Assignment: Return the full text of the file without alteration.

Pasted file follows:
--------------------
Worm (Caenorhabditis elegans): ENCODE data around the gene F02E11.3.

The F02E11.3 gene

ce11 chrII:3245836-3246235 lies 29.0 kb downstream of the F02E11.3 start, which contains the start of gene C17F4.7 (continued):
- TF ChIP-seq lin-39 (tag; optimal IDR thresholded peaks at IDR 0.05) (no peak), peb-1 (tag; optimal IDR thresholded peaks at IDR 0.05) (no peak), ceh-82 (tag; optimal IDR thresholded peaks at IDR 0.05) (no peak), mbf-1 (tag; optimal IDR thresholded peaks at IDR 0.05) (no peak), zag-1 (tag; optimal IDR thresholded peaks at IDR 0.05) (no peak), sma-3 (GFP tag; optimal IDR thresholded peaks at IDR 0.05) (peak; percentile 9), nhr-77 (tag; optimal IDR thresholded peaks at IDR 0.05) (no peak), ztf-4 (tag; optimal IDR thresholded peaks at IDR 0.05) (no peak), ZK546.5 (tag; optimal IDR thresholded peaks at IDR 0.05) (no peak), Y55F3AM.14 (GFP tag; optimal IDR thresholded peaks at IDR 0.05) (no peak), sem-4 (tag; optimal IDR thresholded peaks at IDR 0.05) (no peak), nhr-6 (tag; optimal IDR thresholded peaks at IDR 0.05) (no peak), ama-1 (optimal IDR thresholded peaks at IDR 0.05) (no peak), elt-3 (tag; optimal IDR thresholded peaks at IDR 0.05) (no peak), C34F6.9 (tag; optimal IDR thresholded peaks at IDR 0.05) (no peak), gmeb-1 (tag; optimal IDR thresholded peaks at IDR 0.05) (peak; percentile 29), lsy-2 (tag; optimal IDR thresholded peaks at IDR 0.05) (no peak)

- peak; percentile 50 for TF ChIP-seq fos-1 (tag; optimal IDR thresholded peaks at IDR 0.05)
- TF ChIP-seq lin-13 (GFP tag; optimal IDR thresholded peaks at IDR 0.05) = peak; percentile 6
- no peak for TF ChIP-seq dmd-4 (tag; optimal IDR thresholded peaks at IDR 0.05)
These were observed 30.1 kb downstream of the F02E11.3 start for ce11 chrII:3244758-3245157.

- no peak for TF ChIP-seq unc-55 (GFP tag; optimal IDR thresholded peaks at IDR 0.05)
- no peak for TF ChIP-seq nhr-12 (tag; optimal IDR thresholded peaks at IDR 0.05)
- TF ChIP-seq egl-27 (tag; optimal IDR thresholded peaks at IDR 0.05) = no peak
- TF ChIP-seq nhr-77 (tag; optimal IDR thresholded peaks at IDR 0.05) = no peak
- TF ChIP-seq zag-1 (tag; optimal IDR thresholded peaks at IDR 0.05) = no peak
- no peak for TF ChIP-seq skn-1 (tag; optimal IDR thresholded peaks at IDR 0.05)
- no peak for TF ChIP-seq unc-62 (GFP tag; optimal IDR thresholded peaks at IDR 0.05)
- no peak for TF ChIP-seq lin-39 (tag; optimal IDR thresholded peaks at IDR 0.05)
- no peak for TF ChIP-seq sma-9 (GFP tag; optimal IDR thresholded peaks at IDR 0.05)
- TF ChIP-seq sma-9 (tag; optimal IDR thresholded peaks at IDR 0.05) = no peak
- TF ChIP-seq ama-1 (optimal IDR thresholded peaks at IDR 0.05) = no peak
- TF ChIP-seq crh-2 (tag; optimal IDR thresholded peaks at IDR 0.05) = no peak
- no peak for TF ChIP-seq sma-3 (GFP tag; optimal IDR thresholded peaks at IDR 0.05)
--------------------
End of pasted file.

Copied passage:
Worm (Caenorhabditis elegans): ENCODE data around the gene F02E11.3.

The F02E11.3 gene

ce11 chrII:3245836-3246235 lies 29.0 kb downstream of the F02E11.3 start, which contains the start of gene C17F4.7 (continued):
- TF ChIP-seq lin-39 (tag; optimal IDR thresholded peaks at IDR 0.05) (no peak), peb-1 (tag; optimal IDR thresholded peaks at IDR 0.05) (no peak), ceh-82 (tag; optimal IDR thresholded peaks at IDR 0.05) (no peak), mbf-1 (tag; optimal IDR thresholded peaks at IDR 0.05) (no peak), zag-1 (tag; optimal IDR thresholded peaks at IDR 0.05) (no peak), sma-3 (GFP tag; optimal IDR thresholded peaks at IDR 0.05) (peak; percentile 9), nhr-77 (tag; optimal IDR thresholded peaks at IDR 0.05) (no peak), ztf-4 (tag; optimal IDR thresholded peaks at IDR 0.05) (no peak), ZK546.5 (tag; optimal IDR thresholded peaks at IDR 0.05) (no peak), Y55F3AM.14 (GFP tag; optimal IDR thresholded peaks at IDR 0.05) (no peak), sem-4 (tag; optimal IDR thresholded peaks at IDR 0.05) (no peak), nhr-6 (tag; optimal IDR thresholded peaks at IDR 0.05) (no peak), ama-1 (optimal IDR thresholded peaks at IDR 0.05) (no peak), elt-3 (tag; optimal IDR thresholded peaks at IDR 0.05) (no peak), C34F6.9 (tag; optimal IDR thresholded peaks at IDR 0.05) (no peak), gmeb-1 (tag; optimal IDR thresholded peaks at IDR 0.05) (peak; percentile 29), lsy-2 (tag; optimal IDR thresholded peaks at IDR 0.05) (no peak)

- peak; percentile 50 for TF ChIP-seq fos-1 (tag; optimal IDR thresholded peaks at IDR 0.05)
- TF ChIP-seq lin-13 (GFP tag; optimal IDR thresholded peaks at IDR 0.05) = peak; percentile 6
- no peak for TF ChIP-seq dmd-4 (tag; optimal IDR thresholded peaks at IDR 0.05)
These were observed 30.1 kb downstream of the F02E11.3 start for ce11 chrII:3244758-3245157.

- no peak for TF ChIP-seq unc-55 (GFP tag; optimal IDR thresholded peaks at IDR 0.05)
- no peak for TF ChIP-seq nhr-12 (tag; optimal IDR thresholded peaks at IDR 0.05)
- TF ChIP-seq egl-27 (tag; optimal IDR thresholded peaks at IDR 0.05) = no peak
- TF ChIP-seq nhr-77 (tag; optimal IDR thresholded peaks at IDR 0.05) = no peak
- TF ChIP-seq zag-1 (tag; optimal IDR thresholded peaks at IDR 0.05) = no peak
- no peak for TF ChIP-seq skn-1 (tag; optimal IDR thresholded peaks at IDR 0.05)
- no peak for TF ChIP-seq unc-62 (GFP tag; optimal IDR thresholded peaks at IDR 0.05)
- no peak for TF ChIP-seq lin-39 (tag; optimal IDR thresholded peaks at IDR 0.05)
- no peak for TF ChIP-seq sma-9 (GFP tag; optimal IDR thresholded peaks at IDR 0.05)
- TF ChIP-seq sma-9 (tag; optimal IDR thresholded peaks at IDR 0.05) = no peak
- TF ChIP-seq ama-1 (optimal IDR thresholded peaks at IDR 0.05) = no peak
- TF ChIP-seq crh-2 (tag; optimal IDR thresholded peaks at IDR 0.05) = no peak
- no peak for TF ChIP-seq sma-3 (GFP tag; optimal IDR thresholded peaks at IDR 0.05)